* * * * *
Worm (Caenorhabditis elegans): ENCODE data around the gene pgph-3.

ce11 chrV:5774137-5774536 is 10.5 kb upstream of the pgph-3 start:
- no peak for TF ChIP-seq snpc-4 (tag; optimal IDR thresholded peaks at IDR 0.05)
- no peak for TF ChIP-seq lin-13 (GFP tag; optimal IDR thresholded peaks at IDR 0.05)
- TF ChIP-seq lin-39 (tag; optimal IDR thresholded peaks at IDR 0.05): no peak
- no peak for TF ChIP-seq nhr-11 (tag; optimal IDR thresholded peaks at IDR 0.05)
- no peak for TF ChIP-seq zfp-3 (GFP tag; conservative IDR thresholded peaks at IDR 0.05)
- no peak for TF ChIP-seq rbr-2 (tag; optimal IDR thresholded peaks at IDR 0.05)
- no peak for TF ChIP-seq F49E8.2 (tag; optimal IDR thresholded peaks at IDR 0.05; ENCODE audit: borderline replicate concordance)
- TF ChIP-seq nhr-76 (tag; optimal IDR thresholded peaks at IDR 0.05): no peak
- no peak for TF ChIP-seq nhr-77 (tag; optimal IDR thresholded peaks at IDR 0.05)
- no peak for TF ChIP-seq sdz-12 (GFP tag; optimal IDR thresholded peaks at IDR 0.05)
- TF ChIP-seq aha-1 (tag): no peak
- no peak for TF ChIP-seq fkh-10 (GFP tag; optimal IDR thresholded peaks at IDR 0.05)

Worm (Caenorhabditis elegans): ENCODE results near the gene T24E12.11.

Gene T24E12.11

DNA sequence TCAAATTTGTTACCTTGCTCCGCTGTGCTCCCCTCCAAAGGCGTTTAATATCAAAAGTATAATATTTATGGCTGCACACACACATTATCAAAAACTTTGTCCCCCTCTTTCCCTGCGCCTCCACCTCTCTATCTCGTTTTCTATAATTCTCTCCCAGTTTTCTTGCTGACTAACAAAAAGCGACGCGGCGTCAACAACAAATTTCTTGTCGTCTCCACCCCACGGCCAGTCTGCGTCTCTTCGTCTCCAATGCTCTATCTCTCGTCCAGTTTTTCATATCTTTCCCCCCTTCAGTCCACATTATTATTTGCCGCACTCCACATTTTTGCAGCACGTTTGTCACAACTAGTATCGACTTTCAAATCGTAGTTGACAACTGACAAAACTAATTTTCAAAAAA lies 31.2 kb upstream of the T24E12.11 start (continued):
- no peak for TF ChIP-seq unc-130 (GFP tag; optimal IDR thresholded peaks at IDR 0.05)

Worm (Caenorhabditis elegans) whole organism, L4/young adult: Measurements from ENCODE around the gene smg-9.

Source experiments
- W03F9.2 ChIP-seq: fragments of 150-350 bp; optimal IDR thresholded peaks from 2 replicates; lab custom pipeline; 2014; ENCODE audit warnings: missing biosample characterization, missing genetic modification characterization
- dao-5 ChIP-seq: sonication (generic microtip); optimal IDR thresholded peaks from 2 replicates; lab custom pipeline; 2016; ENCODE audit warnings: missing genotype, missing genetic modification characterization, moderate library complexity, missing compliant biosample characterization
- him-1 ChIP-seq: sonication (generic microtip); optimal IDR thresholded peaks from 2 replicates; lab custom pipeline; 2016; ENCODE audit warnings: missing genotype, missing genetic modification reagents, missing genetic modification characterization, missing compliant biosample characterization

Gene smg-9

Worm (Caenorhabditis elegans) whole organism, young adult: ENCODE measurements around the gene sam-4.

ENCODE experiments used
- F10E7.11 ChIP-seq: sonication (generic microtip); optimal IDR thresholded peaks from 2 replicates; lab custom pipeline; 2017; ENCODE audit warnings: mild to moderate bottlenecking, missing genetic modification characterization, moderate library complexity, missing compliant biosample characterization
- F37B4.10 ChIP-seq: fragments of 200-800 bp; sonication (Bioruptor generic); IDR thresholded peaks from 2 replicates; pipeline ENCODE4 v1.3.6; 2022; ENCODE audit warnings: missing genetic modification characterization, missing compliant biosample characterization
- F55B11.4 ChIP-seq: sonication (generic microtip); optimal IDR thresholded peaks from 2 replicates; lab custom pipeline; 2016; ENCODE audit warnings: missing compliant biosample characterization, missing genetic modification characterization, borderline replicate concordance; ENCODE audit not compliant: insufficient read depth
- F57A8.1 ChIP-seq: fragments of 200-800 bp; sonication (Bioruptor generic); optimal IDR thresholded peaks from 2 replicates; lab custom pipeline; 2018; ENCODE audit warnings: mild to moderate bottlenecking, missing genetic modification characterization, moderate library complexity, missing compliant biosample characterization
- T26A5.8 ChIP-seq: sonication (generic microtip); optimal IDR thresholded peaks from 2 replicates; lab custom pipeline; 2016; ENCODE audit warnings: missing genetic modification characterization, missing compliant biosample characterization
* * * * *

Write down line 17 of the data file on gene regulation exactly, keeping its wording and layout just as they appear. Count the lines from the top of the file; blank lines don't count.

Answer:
DNA sequence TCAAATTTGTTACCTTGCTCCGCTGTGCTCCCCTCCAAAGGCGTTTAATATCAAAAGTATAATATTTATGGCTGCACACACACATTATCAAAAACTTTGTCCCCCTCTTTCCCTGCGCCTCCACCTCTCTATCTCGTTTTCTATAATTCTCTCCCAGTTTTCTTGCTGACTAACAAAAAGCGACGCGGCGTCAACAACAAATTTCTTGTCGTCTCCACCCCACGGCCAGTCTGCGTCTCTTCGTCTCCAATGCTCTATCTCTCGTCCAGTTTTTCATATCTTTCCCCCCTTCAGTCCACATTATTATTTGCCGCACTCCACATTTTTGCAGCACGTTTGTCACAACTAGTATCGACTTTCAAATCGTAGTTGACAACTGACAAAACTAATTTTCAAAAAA lies 31.2 kb upstream of the T24E12.11 start (continued):